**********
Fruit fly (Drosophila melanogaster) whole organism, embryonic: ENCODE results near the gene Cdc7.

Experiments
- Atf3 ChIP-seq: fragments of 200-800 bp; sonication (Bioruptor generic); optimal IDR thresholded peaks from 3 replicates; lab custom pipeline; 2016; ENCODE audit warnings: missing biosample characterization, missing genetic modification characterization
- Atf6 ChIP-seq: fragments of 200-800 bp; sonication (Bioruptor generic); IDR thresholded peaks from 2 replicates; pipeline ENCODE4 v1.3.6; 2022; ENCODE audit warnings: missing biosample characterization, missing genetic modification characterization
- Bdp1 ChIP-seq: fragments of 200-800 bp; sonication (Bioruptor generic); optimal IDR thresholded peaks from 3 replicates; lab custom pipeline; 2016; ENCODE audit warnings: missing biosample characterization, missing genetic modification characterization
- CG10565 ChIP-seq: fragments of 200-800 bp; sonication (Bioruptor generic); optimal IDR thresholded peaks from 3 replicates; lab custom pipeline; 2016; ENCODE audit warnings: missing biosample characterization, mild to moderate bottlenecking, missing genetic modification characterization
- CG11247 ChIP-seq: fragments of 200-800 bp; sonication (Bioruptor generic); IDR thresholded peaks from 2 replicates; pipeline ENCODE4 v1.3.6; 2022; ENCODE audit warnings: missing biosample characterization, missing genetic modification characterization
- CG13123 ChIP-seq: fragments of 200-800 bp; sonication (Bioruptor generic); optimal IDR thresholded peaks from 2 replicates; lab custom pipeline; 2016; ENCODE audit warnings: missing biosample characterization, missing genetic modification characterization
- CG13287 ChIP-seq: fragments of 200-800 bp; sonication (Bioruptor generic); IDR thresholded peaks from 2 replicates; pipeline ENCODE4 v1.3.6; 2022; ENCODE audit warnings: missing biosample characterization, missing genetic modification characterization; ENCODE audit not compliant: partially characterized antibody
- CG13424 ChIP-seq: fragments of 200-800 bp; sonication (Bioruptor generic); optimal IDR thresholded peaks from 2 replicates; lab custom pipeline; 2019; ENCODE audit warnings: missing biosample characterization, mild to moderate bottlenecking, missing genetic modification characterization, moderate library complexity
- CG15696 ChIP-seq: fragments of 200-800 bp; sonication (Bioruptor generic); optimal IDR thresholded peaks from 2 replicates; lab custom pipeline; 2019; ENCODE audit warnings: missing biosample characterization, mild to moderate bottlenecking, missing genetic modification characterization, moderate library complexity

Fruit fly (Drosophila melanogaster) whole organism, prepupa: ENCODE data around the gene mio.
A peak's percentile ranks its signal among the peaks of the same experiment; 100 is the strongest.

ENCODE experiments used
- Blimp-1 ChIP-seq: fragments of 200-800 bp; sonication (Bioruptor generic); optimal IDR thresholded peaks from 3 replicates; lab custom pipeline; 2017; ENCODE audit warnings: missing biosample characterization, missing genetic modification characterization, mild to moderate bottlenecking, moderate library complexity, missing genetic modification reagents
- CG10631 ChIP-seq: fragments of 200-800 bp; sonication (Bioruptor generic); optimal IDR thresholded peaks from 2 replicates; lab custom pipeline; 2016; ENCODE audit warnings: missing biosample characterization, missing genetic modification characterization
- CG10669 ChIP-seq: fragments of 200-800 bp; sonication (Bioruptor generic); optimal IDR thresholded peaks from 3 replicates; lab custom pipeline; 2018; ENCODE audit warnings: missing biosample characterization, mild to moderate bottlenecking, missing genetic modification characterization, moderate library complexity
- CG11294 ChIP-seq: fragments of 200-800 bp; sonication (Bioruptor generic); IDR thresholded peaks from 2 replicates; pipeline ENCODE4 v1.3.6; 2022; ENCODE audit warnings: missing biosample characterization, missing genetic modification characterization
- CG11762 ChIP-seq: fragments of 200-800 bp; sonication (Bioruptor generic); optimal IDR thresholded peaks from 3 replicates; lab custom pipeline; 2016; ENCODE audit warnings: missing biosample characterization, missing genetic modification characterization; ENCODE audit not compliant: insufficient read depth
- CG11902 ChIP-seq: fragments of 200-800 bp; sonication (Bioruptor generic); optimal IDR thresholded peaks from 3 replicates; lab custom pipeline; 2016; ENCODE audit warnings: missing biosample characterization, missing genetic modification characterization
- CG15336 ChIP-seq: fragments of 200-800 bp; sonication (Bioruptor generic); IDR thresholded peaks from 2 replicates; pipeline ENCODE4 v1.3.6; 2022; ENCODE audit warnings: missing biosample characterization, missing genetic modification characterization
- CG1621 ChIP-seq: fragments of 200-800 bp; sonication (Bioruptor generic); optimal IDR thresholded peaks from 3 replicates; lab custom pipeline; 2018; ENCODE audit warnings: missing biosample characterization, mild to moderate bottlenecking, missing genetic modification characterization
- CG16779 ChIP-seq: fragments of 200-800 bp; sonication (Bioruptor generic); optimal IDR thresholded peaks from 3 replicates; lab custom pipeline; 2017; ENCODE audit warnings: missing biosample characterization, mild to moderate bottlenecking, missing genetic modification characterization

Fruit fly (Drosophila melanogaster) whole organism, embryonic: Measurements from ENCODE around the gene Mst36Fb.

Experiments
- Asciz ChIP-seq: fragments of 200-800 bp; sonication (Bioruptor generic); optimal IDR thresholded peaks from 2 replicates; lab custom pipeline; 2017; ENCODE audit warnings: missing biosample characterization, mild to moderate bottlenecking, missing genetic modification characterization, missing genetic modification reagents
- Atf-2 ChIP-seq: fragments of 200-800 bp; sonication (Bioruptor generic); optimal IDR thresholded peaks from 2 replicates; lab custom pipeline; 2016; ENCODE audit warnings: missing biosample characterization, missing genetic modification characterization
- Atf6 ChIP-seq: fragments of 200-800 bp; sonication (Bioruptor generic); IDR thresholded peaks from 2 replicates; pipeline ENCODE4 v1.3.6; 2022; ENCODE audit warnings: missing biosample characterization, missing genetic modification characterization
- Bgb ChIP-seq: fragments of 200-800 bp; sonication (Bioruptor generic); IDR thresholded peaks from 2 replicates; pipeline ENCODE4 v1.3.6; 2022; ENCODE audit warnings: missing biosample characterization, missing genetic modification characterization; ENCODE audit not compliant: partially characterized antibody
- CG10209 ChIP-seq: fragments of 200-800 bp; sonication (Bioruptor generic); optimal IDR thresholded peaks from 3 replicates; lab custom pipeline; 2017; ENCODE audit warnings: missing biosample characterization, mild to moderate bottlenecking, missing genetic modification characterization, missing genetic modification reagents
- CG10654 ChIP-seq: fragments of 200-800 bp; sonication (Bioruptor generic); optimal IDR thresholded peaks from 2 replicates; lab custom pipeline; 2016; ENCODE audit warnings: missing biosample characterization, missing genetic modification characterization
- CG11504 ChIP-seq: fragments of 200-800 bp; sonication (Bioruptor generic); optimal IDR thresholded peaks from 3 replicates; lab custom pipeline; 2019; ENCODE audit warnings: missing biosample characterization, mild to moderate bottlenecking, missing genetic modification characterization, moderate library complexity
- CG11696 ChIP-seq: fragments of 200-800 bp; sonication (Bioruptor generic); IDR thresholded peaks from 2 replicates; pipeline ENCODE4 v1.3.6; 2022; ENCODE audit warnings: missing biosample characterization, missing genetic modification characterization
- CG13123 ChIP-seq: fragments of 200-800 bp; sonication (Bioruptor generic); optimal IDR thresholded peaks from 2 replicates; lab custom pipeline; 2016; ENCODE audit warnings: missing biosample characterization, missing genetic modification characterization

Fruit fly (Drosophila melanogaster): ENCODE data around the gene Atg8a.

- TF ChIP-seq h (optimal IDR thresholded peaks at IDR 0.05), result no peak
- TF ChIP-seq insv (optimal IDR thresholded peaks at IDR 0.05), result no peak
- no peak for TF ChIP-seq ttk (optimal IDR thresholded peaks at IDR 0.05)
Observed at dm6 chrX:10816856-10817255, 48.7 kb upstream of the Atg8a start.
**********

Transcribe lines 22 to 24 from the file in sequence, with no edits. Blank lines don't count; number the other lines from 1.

- CG1621 ChIP-seq: fragments of 200-800 bp; sonication (Bioruptor generic); optimal IDR thresholded peaks from 3 replicates; lab custom pipeline; 2018; ENCODE audit warnings: missing biosample characterization, mild to moderate bottlenecking, missing genetic modification characterization
- CG16779 ChIP-seq: fragments of 200-800 bp; sonication (Bioruptor generic); optimal IDR thresholded peaks from 3 replicates; lab custom pipeline; 2017; ENCODE audit warnings: missing biosample characterization, mild to moderate bottlenecking, missing genetic modification characterization

Fruit fly (Drosophila melanogaster) whole organism, embryonic: Measurements from ENCODE around the gene Mst36Fb.